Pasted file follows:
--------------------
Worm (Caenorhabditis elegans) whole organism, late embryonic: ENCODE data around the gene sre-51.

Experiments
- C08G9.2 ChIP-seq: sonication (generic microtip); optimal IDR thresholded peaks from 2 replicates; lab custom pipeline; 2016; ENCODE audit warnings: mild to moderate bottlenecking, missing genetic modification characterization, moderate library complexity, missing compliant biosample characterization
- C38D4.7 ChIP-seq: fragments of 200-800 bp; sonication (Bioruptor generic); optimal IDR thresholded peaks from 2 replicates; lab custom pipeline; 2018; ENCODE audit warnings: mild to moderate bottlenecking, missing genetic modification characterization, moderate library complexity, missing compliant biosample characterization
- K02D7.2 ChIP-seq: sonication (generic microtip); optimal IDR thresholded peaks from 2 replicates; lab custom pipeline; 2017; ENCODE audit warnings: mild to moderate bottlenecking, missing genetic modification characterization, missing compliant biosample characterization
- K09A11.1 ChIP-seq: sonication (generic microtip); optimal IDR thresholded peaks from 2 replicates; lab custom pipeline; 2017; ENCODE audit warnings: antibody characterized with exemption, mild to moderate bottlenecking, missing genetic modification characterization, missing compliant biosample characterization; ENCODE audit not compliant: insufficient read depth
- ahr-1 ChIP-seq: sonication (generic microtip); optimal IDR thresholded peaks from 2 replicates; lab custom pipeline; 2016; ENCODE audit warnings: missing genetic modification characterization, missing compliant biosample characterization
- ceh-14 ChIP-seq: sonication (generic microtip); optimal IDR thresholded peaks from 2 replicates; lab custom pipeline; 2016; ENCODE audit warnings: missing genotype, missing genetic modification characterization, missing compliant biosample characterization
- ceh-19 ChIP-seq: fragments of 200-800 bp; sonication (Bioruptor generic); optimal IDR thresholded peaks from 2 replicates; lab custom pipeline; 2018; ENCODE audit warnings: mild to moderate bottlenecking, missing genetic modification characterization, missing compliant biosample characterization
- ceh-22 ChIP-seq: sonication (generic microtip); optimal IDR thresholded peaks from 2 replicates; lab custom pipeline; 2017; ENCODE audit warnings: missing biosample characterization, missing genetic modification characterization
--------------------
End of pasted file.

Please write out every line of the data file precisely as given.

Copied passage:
Worm (Caenorhabditis elegans) whole organism, late embryonic: ENCODE data around the gene sre-51.

Experiments
- C08G9.2 ChIP-seq: sonication (generic microtip); optimal IDR thresholded peaks from 2 replicates; lab custom pipeline; 2016; ENCODE audit warnings: mild to moderate bottlenecking, missing genetic modification characterization, moderate library complexity, missing compliant biosample characterization
- C38D4.7 ChIP-seq: fragments of 200-800 bp; sonication (Bioruptor generic); optimal IDR thresholded peaks from 2 replicates; lab custom pipeline; 2018; ENCODE audit warnings: mild to moderate bottlenecking, missing genetic modification characterization, moderate library complexity, missing compliant biosample characterization
- K02D7.2 ChIP-seq: sonication (generic microtip); optimal IDR thresholded peaks from 2 replicates; lab custom pipeline; 2017; ENCODE audit warnings: mild to moderate bottlenecking, missing genetic modification characterization, missing compliant biosample characterization
- K09A11.1 ChIP-seq: sonication (generic microtip); optimal IDR thresholded peaks from 2 replicates; lab custom pipeline; 2017; ENCODE audit warnings: antibody characterized with exemption, mild to moderate bottlenecking, missing genetic modification characterization, missing compliant biosample characterization; ENCODE audit not compliant: insufficient read depth
- ahr-1 ChIP-seq: sonication (generic microtip); optimal IDR thresholded peaks from 2 replicates; lab custom pipeline; 2016; ENCODE audit warnings: missing genetic modification characterization, missing compliant biosample characterization
- ceh-14 ChIP-seq: sonication (generic microtip); optimal IDR thresholded peaks from 2 replicates; lab custom pipeline; 2016; ENCODE audit warnings: missing genotype, missing genetic modification characterization, missing compliant biosample characterization
- ceh-19 ChIP-seq: fragments of 200-800 bp; sonication (Bioruptor generic); optimal IDR thresholded peaks from 2 replicates; lab custom pipeline; 2018; ENCODE audit warnings: mild to moderate bottlenecking, missing genetic modification characterization, missing compliant biosample characterization
- ceh-22 ChIP-seq: sonication (generic microtip); optimal IDR thresholded peaks from 2 replicates; lab custom pipeline; 2017; ENCODE audit warnings: missing biosample characterization, missing genetic modification characterization